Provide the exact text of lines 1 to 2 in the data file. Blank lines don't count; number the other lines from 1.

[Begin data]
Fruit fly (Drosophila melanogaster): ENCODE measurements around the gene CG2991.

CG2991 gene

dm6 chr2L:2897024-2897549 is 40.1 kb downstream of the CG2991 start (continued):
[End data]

Fruit fly (Drosophila melanogaster): ENCODE measurements around the gene CG2991.

CG2991 gene